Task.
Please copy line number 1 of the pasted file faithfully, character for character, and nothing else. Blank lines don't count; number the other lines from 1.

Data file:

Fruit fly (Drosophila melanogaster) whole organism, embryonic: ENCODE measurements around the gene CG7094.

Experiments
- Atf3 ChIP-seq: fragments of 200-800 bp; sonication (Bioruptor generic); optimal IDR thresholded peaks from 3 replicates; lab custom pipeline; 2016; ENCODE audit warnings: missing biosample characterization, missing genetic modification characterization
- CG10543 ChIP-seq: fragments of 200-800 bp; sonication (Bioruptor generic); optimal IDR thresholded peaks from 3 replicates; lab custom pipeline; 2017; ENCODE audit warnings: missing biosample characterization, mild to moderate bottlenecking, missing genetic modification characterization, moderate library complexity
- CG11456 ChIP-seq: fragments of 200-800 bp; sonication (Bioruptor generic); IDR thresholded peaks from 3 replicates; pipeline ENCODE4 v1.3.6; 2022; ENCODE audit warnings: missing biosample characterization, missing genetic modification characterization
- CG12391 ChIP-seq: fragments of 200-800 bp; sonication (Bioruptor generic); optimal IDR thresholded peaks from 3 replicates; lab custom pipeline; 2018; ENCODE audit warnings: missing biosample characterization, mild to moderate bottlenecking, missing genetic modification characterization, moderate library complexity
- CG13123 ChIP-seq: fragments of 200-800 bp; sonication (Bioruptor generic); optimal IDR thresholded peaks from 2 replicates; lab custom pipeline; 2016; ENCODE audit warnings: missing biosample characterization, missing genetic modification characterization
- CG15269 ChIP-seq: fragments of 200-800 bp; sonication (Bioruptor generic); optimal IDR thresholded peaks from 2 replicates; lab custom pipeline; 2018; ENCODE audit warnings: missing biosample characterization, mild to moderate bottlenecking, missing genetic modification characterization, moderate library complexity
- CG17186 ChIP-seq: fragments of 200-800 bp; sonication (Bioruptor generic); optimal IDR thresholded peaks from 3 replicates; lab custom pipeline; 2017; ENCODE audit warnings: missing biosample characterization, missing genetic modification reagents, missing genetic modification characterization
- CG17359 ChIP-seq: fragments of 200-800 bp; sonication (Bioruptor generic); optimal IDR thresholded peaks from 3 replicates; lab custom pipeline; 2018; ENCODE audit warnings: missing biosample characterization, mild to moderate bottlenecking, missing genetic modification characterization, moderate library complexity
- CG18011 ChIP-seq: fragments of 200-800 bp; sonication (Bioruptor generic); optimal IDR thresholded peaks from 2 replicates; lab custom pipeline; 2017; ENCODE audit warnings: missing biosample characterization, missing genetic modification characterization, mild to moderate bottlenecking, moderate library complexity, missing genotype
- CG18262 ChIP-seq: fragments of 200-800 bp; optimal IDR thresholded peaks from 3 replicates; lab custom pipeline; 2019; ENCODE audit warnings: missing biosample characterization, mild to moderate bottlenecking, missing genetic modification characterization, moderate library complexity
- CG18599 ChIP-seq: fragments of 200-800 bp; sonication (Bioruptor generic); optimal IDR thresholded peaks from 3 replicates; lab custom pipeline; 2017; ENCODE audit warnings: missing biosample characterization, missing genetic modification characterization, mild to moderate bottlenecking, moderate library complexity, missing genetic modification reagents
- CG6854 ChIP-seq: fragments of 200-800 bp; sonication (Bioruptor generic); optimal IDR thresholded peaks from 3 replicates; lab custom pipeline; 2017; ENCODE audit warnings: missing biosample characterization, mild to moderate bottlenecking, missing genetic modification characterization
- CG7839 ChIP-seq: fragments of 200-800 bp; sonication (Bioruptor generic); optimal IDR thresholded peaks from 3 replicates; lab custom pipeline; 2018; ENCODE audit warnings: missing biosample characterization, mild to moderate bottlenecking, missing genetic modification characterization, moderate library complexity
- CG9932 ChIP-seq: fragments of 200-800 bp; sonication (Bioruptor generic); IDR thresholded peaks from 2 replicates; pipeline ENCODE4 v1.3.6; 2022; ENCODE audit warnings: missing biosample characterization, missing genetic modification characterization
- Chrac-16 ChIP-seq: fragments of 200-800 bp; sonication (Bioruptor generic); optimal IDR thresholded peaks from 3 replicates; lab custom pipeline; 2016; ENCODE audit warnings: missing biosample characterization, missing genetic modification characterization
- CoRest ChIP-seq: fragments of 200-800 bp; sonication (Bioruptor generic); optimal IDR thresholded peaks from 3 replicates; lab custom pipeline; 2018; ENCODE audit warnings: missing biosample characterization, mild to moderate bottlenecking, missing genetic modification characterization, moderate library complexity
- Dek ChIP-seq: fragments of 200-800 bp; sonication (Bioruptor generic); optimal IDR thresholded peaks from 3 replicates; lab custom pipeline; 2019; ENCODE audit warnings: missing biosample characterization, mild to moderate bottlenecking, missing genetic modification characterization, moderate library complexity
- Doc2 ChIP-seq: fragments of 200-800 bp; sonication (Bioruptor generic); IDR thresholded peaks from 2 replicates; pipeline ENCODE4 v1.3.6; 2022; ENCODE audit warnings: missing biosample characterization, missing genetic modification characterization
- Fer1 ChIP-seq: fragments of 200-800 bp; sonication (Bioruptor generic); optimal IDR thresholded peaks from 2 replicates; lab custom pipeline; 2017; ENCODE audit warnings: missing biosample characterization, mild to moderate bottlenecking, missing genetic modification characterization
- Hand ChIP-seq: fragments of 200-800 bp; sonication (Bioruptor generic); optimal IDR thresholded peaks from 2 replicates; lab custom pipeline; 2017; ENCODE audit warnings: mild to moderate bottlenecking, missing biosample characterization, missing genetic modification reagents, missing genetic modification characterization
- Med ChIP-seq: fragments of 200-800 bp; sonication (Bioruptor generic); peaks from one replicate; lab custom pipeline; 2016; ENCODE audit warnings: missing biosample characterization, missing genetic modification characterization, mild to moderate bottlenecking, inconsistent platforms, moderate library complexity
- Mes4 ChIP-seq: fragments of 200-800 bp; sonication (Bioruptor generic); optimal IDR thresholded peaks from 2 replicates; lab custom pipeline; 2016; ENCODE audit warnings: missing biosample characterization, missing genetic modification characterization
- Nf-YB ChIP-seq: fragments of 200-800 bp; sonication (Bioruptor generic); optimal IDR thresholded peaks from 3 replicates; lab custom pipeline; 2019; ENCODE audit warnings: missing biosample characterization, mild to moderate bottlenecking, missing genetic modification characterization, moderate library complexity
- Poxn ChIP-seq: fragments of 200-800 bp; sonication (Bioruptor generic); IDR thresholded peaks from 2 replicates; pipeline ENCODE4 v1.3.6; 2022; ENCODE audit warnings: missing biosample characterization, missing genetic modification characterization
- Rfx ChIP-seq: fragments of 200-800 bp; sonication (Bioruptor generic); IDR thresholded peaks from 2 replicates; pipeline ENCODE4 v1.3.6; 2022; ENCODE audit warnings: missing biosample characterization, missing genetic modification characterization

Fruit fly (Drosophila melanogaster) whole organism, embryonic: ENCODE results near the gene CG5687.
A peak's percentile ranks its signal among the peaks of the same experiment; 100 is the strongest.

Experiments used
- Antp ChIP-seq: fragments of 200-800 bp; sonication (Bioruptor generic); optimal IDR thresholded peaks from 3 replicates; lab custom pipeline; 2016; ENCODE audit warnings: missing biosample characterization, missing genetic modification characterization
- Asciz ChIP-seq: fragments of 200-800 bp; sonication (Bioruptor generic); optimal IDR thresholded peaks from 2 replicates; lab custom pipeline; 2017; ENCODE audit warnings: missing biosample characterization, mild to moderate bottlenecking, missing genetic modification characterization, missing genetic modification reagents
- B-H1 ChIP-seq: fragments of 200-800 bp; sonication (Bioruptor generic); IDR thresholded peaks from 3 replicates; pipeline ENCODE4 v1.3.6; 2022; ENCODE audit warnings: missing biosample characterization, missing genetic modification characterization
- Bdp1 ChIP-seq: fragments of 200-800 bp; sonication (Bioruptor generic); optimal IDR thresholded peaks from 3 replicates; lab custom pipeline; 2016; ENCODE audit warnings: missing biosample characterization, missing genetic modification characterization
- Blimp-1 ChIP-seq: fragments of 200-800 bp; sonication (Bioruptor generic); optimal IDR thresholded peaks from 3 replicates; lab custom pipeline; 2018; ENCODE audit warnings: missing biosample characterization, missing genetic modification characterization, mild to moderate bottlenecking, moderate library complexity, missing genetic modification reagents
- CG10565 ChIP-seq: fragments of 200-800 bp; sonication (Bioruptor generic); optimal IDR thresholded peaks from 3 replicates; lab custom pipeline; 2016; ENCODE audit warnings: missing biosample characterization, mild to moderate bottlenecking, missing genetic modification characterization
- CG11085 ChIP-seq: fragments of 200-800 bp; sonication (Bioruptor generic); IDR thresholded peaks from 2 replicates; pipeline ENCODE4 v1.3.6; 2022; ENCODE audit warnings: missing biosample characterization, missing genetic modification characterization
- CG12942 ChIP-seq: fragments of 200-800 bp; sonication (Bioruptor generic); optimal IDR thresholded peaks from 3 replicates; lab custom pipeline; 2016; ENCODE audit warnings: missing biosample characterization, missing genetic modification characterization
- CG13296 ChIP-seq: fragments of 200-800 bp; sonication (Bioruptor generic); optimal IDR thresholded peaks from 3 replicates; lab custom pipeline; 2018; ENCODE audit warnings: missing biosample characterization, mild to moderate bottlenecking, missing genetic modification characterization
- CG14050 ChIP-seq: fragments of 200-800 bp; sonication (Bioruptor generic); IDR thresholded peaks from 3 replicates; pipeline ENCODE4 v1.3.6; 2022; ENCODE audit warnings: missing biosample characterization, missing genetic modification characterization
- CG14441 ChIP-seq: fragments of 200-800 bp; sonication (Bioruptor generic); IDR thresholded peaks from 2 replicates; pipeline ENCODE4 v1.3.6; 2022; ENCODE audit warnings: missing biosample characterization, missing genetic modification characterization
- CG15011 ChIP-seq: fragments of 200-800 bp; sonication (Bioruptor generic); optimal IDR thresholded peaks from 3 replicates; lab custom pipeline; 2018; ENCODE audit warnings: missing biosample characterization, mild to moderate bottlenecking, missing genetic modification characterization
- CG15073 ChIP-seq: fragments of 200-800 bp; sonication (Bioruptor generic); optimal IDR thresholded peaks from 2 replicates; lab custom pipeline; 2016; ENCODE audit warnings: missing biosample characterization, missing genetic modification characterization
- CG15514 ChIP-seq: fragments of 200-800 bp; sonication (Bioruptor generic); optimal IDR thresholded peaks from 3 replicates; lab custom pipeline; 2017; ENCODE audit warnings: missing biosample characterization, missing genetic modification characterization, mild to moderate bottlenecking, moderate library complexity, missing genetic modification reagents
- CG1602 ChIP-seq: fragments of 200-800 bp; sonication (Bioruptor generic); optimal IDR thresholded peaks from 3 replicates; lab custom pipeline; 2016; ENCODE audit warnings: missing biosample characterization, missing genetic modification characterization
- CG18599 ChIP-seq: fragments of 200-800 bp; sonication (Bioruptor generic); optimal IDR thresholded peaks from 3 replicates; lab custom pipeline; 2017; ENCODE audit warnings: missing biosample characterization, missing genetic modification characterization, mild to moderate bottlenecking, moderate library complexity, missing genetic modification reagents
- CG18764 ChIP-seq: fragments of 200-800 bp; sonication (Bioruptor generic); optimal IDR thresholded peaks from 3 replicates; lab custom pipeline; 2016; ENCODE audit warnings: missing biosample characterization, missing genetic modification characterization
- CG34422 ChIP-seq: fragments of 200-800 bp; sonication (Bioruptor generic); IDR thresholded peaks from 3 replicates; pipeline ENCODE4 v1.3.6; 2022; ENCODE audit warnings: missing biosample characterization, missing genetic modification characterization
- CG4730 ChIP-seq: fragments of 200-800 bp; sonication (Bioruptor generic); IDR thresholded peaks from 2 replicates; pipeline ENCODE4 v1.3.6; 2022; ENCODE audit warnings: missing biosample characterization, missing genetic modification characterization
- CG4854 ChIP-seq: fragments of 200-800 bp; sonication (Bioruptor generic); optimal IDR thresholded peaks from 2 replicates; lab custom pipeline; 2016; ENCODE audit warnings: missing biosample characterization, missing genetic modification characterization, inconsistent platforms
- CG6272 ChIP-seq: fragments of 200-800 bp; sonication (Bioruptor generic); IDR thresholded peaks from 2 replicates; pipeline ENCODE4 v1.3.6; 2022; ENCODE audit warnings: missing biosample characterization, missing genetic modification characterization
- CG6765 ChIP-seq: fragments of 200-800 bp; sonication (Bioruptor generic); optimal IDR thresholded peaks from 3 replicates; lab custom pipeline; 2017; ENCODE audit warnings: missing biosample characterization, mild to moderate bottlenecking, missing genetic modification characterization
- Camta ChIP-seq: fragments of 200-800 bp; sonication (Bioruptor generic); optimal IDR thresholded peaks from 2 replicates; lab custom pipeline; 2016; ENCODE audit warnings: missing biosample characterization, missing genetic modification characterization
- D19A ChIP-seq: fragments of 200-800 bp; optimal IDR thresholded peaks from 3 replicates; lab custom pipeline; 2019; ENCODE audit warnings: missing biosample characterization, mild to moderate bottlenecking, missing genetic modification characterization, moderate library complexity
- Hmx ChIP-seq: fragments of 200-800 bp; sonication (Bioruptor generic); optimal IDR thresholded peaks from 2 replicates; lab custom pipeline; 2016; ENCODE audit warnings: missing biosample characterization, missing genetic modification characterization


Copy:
Fruit fly (Drosophila melanogaster) whole organism, embryonic: ENCODE measurements around the gene CG7094.